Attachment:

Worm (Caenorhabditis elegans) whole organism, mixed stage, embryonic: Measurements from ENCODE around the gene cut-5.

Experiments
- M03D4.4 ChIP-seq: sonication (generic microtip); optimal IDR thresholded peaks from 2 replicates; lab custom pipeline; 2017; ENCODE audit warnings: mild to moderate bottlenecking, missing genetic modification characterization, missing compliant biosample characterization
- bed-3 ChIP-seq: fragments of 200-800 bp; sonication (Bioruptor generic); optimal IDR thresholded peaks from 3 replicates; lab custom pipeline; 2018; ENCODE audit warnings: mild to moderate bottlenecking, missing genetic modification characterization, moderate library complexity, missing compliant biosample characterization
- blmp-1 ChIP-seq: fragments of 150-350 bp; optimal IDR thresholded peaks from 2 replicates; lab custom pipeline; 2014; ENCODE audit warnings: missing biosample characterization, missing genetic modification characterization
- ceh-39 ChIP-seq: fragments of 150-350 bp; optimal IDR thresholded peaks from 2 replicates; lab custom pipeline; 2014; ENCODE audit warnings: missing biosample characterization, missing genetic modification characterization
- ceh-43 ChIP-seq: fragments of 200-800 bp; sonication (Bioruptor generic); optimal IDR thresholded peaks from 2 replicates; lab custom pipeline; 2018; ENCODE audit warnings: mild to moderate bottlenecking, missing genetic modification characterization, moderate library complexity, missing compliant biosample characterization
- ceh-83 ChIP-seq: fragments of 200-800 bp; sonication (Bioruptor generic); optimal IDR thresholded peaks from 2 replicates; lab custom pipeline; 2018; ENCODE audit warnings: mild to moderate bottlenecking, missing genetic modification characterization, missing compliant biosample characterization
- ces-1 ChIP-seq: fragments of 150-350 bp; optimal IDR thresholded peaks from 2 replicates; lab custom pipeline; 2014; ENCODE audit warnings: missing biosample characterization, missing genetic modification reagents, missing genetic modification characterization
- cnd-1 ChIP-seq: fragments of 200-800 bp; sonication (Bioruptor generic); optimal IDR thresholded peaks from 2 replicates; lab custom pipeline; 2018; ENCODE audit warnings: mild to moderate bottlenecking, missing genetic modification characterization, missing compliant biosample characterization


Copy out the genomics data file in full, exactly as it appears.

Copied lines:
Worm (Caenorhabditis elegans) whole organism, mixed stage, embryonic: Measurements from ENCODE around the gene cut-5.

Experiments
- M03D4.4 ChIP-seq: sonication (generic microtip); optimal IDR thresholded peaks from 2 replicates; lab custom pipeline; 2017; ENCODE audit warnings: mild to moderate bottlenecking, missing genetic modification characterization, missing compliant biosample characterization
- bed-3 ChIP-seq: fragments of 200-800 bp; sonication (Bioruptor generic); optimal IDR thresholded peaks from 3 replicates; lab custom pipeline; 2018; ENCODE audit warnings: mild to moderate bottlenecking, missing genetic modification characterization, moderate library complexity, missing compliant biosample characterization
- blmp-1 ChIP-seq: fragments of 150-350 bp; optimal IDR thresholded peaks from 2 replicates; lab custom pipeline; 2014; ENCODE audit warnings: missing biosample characterization, missing genetic modification characterization
- ceh-39 ChIP-seq: fragments of 150-350 bp; optimal IDR thresholded peaks from 2 replicates; lab custom pipeline; 2014; ENCODE audit warnings: missing biosample characterization, missing genetic modification characterization
- ceh-43 ChIP-seq: fragments of 200-800 bp; sonication (Bioruptor generic); optimal IDR thresholded peaks from 2 replicates; lab custom pipeline; 2018; ENCODE audit warnings: mild to moderate bottlenecking, missing genetic modification characterization, moderate library complexity, missing compliant biosample characterization
- ceh-83 ChIP-seq: fragments of 200-800 bp; sonication (Bioruptor generic); optimal IDR thresholded peaks from 2 replicates; lab custom pipeline; 2018; ENCODE audit warnings: mild to moderate bottlenecking, missing genetic modification characterization, missing compliant biosample characterization
- ces-1 ChIP-seq: fragments of 150-350 bp; optimal IDR thresholded peaks from 2 replicates; lab custom pipeline; 2014; ENCODE audit warnings: missing biosample characterization, missing genetic modification reagents, missing genetic modification characterization
- cnd-1 ChIP-seq: fragments of 200-800 bp; sonication (Bioruptor generic); optimal IDR thresholded peaks from 2 replicates; lab custom pipeline; 2018; ENCODE audit warnings: mild to moderate bottlenecking, missing genetic modification characterization, missing compliant biosample characterization